The 5th Edition PMBOK Guide’s New Knowledge Area

Late last year when I was in the thick of preparing for the PMP exam, I kept hearing that I needed to hurry. The 5th edition of the PMBOK Guide was coming out, and the test would change in the middle of 2013. I took the test in January of this year, and am glad I did, but not because of the new test. As it turns out, the major change in the 5th addition is the addition of a new knowledge area: Project Stakeholder Management. Although this is a big change, I don’t think studying for the new test will be that much more difficult as a result (although be warned…it is a very challenging exam!).

My main question about the new standard is how this new knowledge area, regarding stakeholder management, differs from and overlaps with Project Communication Management. I guess I’ll find out, as I’ve downloaded the new edition in pdf format from the PMI website. This document is for members only and requires a login, so you’ll need to be a PMI member to get it “for free.”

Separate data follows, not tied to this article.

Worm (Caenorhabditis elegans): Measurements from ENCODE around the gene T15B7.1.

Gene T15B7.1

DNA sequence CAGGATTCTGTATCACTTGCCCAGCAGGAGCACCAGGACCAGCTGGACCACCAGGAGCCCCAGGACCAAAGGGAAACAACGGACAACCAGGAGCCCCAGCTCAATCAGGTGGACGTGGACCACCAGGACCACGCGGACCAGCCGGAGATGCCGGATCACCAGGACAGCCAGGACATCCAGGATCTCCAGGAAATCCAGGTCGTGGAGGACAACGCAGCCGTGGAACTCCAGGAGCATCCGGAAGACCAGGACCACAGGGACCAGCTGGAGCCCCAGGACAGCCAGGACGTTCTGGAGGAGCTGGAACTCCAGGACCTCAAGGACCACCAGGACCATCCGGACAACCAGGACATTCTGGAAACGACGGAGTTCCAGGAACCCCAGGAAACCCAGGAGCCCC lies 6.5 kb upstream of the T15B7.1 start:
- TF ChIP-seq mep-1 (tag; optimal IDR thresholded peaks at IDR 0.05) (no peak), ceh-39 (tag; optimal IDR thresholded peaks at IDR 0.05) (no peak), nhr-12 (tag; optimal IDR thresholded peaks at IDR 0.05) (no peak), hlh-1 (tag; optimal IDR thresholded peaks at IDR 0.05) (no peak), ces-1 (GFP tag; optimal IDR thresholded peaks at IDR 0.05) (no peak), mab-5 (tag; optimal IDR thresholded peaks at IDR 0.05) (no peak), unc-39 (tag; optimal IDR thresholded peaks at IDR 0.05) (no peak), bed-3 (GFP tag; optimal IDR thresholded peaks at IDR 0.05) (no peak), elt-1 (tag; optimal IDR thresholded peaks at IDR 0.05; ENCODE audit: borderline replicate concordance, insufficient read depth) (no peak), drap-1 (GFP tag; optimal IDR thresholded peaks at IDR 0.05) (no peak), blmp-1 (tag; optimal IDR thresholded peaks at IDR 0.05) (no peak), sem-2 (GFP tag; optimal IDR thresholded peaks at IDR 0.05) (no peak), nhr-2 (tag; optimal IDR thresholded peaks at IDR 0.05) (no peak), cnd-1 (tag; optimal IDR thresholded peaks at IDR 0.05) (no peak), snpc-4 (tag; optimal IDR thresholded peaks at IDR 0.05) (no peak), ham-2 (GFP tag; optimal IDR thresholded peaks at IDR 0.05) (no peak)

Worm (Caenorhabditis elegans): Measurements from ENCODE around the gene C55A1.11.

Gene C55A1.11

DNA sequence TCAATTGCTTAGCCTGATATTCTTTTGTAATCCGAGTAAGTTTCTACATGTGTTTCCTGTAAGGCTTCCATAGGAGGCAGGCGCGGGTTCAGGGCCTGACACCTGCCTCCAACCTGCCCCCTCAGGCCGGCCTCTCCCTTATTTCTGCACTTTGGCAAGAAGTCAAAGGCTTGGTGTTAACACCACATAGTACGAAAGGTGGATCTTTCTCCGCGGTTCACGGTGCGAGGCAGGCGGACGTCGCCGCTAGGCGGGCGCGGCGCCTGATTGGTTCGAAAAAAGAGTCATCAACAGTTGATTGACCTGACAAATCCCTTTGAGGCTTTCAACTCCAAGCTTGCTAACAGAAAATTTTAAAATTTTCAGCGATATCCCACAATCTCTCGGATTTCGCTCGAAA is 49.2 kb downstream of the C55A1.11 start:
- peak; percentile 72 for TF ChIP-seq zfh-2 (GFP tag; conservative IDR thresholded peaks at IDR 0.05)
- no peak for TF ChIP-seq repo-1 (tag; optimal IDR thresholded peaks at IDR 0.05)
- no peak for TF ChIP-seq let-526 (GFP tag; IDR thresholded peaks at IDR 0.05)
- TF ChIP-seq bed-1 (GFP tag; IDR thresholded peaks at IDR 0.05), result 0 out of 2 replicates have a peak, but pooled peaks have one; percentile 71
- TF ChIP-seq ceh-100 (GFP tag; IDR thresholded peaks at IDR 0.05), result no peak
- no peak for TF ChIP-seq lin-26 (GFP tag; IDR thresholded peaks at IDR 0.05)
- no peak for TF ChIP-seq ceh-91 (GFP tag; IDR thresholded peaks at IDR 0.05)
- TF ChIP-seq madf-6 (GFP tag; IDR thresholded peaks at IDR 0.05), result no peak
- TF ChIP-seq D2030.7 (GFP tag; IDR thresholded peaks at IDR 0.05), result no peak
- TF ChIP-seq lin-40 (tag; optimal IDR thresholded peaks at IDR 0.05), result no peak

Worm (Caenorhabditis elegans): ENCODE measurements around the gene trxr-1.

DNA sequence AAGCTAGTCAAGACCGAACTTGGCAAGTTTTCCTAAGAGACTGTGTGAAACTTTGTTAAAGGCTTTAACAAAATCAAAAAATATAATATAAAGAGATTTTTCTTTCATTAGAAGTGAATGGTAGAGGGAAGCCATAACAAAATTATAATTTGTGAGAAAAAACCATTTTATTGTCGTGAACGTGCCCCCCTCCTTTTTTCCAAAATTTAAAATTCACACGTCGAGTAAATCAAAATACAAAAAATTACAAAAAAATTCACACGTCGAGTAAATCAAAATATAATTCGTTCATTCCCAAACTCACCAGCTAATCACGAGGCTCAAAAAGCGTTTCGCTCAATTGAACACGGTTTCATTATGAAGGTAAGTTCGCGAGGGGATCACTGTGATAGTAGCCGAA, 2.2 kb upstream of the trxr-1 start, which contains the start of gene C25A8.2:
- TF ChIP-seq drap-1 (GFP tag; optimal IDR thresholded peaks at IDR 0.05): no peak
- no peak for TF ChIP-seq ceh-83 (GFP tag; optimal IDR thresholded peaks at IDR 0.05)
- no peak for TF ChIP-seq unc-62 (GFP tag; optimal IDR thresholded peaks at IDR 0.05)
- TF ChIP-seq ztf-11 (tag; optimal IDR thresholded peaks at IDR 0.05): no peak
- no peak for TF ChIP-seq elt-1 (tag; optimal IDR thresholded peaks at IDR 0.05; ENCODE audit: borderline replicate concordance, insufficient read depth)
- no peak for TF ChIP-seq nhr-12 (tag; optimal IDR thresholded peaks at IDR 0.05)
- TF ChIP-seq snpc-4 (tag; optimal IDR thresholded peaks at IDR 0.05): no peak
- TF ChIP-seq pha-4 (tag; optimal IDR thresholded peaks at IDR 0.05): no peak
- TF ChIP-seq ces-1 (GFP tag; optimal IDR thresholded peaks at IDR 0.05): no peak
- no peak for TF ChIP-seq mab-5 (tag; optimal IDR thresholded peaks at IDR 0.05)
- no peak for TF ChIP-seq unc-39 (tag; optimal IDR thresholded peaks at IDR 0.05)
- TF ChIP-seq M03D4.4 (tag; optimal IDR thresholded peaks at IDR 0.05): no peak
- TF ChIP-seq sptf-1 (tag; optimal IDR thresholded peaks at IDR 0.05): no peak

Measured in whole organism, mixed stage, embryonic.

The following video provides a brief intro and overview to the new knowledge area, in case you’re interested.


Kevin Spacey On “The Creatives,” New Media and Multiple Platforms

Just a few days ago Kevin Spacey gave a talk that was, at the very least, on par with anything that’s come out of TED Talks. Except…this was a roughly 45 minute lecture given at the Edinburgh International Television Festival. I first became aware of his talk from a clip shared on This Week in Tech, and gave it a thorough listen on my way home from work yesterday.